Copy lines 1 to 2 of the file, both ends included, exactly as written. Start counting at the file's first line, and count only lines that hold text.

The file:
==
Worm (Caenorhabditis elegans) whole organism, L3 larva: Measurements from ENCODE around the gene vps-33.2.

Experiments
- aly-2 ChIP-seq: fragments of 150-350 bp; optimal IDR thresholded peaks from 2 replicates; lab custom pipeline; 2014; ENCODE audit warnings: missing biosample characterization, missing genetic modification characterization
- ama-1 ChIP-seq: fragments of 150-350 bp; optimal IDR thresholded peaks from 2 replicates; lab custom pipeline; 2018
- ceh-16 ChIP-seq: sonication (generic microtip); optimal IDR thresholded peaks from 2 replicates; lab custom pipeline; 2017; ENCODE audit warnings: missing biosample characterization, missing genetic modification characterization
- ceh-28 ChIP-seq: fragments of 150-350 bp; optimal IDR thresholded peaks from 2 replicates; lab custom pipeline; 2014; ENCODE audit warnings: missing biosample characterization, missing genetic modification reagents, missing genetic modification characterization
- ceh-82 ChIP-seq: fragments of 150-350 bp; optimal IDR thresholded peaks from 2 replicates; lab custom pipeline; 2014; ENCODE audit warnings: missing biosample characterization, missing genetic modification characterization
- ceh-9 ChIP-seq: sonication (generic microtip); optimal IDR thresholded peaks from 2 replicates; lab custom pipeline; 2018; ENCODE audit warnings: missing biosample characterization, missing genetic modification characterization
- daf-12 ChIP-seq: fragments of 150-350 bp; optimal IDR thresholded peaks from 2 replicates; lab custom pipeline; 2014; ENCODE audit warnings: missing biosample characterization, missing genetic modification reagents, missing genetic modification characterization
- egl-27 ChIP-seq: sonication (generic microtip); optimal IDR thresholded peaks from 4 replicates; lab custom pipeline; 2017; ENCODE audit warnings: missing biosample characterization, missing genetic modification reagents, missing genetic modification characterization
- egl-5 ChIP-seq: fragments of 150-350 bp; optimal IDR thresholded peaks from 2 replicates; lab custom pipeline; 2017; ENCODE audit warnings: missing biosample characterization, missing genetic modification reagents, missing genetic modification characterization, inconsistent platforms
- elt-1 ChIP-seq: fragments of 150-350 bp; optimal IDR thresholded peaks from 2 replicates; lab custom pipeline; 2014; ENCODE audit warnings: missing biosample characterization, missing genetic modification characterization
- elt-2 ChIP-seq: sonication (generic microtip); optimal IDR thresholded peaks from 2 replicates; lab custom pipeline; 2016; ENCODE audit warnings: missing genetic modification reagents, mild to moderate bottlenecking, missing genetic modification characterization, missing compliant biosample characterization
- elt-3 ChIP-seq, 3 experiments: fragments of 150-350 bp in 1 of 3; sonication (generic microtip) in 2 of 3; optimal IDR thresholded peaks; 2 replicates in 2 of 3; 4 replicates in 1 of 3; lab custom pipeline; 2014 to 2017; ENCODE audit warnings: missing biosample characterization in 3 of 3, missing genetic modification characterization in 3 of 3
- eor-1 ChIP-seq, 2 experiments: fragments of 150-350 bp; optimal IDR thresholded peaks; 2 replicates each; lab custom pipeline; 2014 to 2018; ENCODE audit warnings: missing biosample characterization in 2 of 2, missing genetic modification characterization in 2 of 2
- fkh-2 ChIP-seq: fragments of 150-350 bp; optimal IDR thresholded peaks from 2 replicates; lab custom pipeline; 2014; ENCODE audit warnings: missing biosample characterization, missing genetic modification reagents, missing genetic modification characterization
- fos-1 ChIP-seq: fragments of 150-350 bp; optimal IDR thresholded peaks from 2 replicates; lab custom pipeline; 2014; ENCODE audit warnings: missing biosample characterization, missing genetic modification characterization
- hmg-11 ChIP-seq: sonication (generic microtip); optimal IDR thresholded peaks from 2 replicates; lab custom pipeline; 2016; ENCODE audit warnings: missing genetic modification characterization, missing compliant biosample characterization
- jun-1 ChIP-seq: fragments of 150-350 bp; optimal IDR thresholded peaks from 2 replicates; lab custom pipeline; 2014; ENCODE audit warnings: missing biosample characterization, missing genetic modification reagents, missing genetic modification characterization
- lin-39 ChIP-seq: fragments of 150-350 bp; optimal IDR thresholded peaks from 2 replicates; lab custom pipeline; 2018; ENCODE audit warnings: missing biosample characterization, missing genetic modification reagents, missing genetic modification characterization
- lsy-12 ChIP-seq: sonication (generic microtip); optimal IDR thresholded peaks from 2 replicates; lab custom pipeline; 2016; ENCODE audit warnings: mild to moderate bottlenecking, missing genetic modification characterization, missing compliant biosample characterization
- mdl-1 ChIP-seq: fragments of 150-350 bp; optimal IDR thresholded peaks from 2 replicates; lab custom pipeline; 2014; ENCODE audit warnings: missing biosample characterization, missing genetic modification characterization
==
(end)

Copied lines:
Worm (Caenorhabditis elegans) whole organism, L3 larva: Measurements from ENCODE around the gene vps-33.2.

Experiments